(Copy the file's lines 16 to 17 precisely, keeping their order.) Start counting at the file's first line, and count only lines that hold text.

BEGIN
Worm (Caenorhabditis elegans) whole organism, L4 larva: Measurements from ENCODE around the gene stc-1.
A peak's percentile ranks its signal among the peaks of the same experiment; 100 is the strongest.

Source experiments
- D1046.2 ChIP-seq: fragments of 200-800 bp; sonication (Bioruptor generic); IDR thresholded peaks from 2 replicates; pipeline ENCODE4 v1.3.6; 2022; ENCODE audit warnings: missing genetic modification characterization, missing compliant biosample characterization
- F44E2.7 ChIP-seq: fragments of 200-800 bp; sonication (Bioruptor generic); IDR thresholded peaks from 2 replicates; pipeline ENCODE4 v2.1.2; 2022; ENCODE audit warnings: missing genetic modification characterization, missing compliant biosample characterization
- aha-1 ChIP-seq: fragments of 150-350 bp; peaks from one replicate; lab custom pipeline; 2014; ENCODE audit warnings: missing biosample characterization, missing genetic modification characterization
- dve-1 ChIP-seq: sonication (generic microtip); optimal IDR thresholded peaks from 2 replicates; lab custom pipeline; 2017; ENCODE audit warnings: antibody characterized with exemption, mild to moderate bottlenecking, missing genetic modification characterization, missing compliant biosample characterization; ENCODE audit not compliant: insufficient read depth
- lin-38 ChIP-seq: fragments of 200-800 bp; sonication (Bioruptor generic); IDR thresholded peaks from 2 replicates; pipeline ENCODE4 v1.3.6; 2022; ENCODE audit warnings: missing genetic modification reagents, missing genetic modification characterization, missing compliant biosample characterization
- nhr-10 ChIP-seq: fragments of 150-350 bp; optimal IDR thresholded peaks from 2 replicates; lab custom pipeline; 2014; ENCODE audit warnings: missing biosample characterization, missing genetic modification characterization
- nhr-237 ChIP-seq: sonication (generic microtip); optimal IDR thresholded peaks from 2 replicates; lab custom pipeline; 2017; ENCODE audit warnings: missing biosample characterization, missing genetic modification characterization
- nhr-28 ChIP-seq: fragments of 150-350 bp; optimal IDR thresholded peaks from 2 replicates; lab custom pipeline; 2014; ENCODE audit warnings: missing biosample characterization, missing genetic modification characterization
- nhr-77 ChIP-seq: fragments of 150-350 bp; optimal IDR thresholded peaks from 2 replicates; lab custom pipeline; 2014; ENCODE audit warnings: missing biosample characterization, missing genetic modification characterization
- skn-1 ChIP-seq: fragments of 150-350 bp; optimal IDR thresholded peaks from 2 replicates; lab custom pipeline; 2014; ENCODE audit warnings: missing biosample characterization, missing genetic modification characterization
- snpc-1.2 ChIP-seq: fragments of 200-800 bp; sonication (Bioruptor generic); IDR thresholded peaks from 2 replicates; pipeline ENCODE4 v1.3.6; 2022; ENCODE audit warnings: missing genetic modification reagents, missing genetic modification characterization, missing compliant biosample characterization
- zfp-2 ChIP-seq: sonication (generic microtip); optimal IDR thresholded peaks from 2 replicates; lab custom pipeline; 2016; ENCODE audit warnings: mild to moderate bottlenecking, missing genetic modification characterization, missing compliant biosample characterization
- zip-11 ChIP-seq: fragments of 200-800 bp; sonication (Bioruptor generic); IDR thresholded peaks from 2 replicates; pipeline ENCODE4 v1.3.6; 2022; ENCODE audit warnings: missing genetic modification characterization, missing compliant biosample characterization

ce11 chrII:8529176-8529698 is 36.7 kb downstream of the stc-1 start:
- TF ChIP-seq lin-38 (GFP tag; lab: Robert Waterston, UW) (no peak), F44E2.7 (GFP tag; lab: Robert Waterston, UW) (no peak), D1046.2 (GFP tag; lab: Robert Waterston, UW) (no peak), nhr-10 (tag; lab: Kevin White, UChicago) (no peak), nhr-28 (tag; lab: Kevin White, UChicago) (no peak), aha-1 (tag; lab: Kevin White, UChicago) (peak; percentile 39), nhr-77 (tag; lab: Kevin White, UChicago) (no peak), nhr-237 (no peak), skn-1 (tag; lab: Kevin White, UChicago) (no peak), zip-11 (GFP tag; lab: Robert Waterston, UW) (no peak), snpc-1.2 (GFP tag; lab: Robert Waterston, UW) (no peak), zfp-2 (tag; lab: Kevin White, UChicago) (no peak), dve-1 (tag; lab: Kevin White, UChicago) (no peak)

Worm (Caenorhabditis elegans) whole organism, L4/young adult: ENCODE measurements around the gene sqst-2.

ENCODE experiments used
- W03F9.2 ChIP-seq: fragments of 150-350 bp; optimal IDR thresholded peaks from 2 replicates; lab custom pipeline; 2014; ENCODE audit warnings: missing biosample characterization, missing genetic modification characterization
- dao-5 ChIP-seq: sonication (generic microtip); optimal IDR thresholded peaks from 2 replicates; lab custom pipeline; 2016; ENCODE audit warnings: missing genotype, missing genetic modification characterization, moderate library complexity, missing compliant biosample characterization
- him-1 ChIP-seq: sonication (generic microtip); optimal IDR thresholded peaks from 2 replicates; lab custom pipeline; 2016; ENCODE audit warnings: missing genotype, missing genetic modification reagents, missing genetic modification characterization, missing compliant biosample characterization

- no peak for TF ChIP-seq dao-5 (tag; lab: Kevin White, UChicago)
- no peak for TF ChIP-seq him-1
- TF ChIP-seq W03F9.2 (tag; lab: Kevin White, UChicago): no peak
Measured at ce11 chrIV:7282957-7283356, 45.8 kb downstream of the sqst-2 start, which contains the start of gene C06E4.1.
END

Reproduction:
- zip-11 ChIP-seq: fragments of 200-800 bp; sonication (Bioruptor generic); IDR thresholded peaks from 2 replicates; pipeline ENCODE4 v1.3.6; 2022; ENCODE audit warnings: missing genetic modification characterization, missing compliant biosample characterization

ce11 chrII:8529176-8529698 is 36.7 kb downstream of the stc-1 start: